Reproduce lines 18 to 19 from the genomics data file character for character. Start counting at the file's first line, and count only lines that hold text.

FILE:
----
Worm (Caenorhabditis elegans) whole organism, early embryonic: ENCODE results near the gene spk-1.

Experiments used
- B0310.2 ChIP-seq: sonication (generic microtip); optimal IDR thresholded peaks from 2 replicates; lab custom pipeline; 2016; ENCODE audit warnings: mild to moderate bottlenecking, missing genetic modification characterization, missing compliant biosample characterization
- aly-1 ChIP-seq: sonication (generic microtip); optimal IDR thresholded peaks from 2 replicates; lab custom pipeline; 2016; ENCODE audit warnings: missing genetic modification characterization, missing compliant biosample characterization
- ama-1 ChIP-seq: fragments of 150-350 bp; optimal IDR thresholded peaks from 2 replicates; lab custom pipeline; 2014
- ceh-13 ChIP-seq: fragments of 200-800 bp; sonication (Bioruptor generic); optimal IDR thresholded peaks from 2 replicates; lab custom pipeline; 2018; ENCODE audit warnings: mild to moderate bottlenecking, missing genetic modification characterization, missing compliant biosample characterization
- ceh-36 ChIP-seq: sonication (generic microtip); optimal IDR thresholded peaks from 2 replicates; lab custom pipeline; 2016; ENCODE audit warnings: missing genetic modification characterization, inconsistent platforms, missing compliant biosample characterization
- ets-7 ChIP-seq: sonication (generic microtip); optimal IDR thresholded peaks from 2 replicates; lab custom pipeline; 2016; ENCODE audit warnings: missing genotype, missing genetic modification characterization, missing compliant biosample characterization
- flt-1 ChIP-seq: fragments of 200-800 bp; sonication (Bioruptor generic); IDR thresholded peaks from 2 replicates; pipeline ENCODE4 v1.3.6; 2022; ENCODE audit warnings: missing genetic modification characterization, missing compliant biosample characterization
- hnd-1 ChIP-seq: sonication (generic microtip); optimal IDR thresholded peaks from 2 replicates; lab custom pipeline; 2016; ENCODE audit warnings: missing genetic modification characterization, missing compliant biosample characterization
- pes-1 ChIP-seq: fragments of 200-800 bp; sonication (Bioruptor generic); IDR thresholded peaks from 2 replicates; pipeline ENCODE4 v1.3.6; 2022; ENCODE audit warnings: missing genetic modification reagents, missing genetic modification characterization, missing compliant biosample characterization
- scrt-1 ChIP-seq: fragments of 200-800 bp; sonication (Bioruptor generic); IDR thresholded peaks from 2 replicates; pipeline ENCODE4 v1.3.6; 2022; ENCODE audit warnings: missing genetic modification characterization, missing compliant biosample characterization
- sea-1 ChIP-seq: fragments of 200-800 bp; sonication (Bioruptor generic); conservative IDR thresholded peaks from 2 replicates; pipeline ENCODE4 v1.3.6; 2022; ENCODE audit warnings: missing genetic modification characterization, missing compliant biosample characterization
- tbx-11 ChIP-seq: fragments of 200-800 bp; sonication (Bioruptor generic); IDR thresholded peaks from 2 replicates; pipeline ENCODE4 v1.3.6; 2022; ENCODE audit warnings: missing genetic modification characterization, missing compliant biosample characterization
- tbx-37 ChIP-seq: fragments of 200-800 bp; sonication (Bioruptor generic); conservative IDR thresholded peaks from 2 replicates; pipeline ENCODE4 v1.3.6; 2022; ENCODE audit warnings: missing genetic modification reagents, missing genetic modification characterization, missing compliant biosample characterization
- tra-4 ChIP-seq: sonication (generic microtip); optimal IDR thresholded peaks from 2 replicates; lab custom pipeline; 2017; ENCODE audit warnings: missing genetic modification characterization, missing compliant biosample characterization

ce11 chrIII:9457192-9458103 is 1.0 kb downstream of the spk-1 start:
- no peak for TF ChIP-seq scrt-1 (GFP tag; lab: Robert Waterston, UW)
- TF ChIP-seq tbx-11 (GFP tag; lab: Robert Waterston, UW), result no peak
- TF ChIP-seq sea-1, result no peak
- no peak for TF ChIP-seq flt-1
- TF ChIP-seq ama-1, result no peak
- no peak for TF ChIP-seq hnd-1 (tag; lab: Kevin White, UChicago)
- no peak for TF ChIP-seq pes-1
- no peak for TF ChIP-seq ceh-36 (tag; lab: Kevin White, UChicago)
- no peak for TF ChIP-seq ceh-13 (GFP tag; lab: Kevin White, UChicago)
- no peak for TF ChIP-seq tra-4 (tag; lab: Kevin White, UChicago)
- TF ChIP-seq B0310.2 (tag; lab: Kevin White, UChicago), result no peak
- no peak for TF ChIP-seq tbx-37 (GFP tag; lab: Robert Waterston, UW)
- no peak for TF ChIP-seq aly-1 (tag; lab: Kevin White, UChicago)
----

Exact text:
- no peak for TF ChIP-seq scrt-1 (GFP tag; lab: Robert Waterston, UW)
- TF ChIP-seq tbx-11 (GFP tag; lab: Robert Waterston, UW), result no peak